Technology Across the Curriculum: Activities and Ideas

Technology Across the Curriculum: Activities and Ideas

by Marilyn J. Bazeli, James L. Heintz
     
 
Motivate students and add excitement to learning with these 75 teacher-designed, classroom-tested, and ready-to-use activities. Focusing on curriculum application and integration, the authors provide simple instructions and reproducible activity sheets for video, audio, and multimedia production; computer projects; and photographic/transparency activities. These

Overview

Motivate students and add excitement to learning with these 75 teacher-designed, classroom-tested, and ready-to-use activities. Focusing on curriculum application and integration, the authors provide simple instructions and reproducible activity sheets for video, audio, and multimedia production; computer projects; and photographic/transparency activities. These projects are designed to encourage and involve students in creative, cooperative, integrated, authentic, student-centered learning. For each activity there are objectives, an overview, a definition of skill areas covered, a materials checklist, adaptive ideas, procedure guidelines, and evaluation techniques. Whether your technology setup is basic or sophisticated, this book is for you. Grades 1-12.

Editorial Reviews

VOYA - Kim Carter
Technology Across the Curriculum is a carefully organized, thoughtful exploration of multimedia that focuses on "curricular applications of student media productions," with the emphasis on what is done "with various media to make them part of learning." The book is divided into the following media categories: video, photography/transparency, audio, computer, and multimedia, with each category containing fifteen lesson plans. While these plans are presented as "activities," each includes an Objective, an Overview, identified Skill Areas, a Materials Checklist, Adaptive Ideas for using the activity with different age groups, step-by-step Procedures, and a selection of Evaluation ideas. Each category is prefaced by a succinct presentation of the educational value of integrating that particular category of media into students' learning experiences, along with a summary of basic production skills for that media type, and a suggested Extracurricular Event that showcases student production in that media area. The book includes appendices for handouts, extra equipment information and "Video Editing on a Shoestring," classroom management tips, and a bibliography of media production books for teachers, as well as a skills areas index and an author/title/subject index. Multimedia Activities for Students is a "collection of multimedia ideas and activities" that focus on creative curricular applications of a variety of information technologies. A diverse range of exercises and activities are presented, along with worksheets for duplication and extensive resource listings. But the theoretical understanding of those activities is oversimplified to the point of confusion. For instance, Sorrow writes, "Before you purchase a program, goals and objectives need to be written by a multimedia team of educators and students," and she follows that statement with an incredibly understated summary of the media production process, leaving the reader confused as to what is at issue-the purchase or the production. The book's organization is weak, presenting in the "Technology" chapter a series of six very simple exercises (ranging from four steps to nine steps) for producing a slide presentation using Power Point (version not identified); in the "Information" chapter six information search strategy exercises; and in the "Cooperative Learning with Multimedia" chapter twenty-three information-gathering activities in no apparent order. The few illustrations of computer screens are of extremely poor quality. The activities, however, are useful: the famous literary characters research activity includes a 61/2-page dictionary of famous literary characters; and the famous quotations activity includes six pages of famous quotes, with their sources. What the book does offer is an extensive selection of resources (eighty-six of the 191 pages are resource listings) that include computer software programs, CD-ROM products, contact information for distributors and producers, a concise, comprehensive glossary, and a compendium of Internet sites and search tools. The bibliography also is extensive, although print sources cited in the main text are not included in the bibliography. Both books espouse the sharing of multimedia activities. Sorrow's focuses on resources and activity ideas, primarily looking at computer programs, CD-ROMs, and Internet resources. Bazeli and Heintz stress curricular integration of various communication media. Both books purport to present activities that can easily be modified across grade levels, but lessons in Technology Across the Curriculum can more readily be utilized in elementary through high school settings, while Multimedia Activities has a middle-grades emphasis. Both share a variety of worksheets for photocopying: Sorrow's are activity-related, may need some adaptation depending on resources available, and will require enlargement; Bazeli and Heinz's are full size and include a variety of evaluation sheets and some guidelines for scripting and dialogue writing. Purchase the Sorrow book if you require a tool that is resource rich; purchase Bazeli and Heintz's work if you are looking for something that is pedagogically sound and practically accessible. Index. Further Reading. Appendix. Note: This review was written and published to address two titles: Technology Across the Curriculum and Multimedia Activities for Students: A Teachers' and Librarians' Handbook.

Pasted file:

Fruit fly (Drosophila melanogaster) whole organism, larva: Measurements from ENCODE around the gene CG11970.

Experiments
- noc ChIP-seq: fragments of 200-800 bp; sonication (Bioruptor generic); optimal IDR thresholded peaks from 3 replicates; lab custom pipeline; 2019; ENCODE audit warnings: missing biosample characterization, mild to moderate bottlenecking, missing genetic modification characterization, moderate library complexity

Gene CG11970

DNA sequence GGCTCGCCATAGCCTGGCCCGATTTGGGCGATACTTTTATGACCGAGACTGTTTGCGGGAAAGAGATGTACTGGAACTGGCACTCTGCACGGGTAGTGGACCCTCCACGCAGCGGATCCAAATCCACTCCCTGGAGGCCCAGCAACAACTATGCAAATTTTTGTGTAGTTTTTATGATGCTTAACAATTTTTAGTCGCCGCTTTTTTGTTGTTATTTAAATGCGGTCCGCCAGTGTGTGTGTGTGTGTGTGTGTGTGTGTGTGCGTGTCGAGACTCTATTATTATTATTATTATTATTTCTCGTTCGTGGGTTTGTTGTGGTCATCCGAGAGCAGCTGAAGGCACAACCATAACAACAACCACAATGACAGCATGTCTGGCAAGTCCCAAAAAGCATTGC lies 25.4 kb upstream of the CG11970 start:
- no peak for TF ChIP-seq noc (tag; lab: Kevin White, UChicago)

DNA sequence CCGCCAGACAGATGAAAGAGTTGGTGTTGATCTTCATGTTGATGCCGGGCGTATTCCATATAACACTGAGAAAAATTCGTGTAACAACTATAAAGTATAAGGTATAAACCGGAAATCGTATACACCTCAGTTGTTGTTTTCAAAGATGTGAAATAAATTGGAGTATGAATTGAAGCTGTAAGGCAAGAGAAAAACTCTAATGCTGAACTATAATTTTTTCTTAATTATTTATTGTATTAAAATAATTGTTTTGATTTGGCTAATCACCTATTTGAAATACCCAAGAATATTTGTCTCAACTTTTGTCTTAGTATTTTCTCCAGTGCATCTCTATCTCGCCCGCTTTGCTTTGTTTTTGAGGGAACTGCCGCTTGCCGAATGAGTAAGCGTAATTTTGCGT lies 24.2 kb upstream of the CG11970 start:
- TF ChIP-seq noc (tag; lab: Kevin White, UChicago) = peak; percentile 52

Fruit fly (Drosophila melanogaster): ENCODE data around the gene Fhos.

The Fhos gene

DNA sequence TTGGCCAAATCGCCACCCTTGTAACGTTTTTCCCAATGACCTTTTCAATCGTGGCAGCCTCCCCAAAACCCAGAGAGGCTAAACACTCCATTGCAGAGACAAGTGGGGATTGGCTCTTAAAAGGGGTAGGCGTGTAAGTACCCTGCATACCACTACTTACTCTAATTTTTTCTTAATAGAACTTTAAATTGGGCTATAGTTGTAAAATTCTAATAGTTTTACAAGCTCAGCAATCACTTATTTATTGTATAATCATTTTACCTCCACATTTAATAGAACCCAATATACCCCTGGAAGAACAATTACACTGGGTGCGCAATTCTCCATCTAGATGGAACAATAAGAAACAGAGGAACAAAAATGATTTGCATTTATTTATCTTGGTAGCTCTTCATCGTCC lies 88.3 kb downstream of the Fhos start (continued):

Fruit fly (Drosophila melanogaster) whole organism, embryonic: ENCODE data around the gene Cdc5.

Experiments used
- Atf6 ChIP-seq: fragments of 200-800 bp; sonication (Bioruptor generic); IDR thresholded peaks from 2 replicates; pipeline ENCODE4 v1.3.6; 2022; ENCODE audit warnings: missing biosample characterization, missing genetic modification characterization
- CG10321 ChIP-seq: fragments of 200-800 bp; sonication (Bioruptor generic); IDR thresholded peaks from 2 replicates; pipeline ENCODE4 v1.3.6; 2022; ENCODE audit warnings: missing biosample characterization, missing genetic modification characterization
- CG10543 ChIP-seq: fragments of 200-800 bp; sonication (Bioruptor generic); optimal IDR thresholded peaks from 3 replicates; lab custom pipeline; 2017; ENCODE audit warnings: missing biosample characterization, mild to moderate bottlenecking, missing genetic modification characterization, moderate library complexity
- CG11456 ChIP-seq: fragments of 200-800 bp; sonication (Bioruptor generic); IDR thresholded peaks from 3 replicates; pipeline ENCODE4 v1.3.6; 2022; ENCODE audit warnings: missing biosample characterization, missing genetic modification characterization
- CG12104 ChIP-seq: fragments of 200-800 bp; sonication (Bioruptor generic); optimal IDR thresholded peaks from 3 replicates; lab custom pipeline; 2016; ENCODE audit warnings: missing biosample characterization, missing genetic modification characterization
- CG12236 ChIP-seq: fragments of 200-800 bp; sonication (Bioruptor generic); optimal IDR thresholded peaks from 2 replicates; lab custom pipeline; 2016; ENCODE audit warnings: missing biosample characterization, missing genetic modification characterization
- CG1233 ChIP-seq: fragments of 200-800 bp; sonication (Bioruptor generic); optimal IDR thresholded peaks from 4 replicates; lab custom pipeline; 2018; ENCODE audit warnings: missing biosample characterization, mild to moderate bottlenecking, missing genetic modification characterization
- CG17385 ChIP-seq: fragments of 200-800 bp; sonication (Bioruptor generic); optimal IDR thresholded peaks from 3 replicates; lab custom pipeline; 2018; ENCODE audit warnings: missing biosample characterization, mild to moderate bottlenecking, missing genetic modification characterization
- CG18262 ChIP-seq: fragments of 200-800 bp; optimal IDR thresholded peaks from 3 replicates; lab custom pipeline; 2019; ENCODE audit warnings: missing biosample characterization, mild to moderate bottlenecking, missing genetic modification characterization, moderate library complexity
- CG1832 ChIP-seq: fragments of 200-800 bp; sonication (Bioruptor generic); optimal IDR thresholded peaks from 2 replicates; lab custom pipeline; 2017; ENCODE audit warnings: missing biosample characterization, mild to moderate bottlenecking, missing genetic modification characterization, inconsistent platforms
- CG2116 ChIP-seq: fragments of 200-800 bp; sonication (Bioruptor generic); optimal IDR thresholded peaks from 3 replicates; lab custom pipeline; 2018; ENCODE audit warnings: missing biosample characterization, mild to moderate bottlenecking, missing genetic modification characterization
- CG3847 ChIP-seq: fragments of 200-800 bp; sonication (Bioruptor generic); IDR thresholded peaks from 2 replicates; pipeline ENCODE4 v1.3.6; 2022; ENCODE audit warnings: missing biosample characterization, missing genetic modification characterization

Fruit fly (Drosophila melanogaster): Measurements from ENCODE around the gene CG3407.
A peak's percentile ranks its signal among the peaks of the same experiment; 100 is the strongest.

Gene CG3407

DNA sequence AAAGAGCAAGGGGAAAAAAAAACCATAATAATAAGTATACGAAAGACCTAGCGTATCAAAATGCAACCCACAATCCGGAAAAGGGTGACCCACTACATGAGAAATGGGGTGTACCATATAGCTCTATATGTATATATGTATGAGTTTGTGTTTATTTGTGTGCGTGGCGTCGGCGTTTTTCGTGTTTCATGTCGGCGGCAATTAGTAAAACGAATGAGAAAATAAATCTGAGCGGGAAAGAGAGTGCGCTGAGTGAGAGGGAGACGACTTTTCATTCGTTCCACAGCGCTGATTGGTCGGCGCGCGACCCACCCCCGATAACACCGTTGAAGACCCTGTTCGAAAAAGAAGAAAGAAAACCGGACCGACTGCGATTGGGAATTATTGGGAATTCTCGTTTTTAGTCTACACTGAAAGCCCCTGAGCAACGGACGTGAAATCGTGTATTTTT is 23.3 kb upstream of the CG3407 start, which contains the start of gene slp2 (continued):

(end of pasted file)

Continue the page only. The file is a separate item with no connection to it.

Product Details

ISBN-13:
9781563084447
Publisher:
ABC-CLIO, Incorporated
Publication date:
01/15/1997
Pages:
207
Product dimensions:
8.50(w) x 11.00(h) x 0.47(d)

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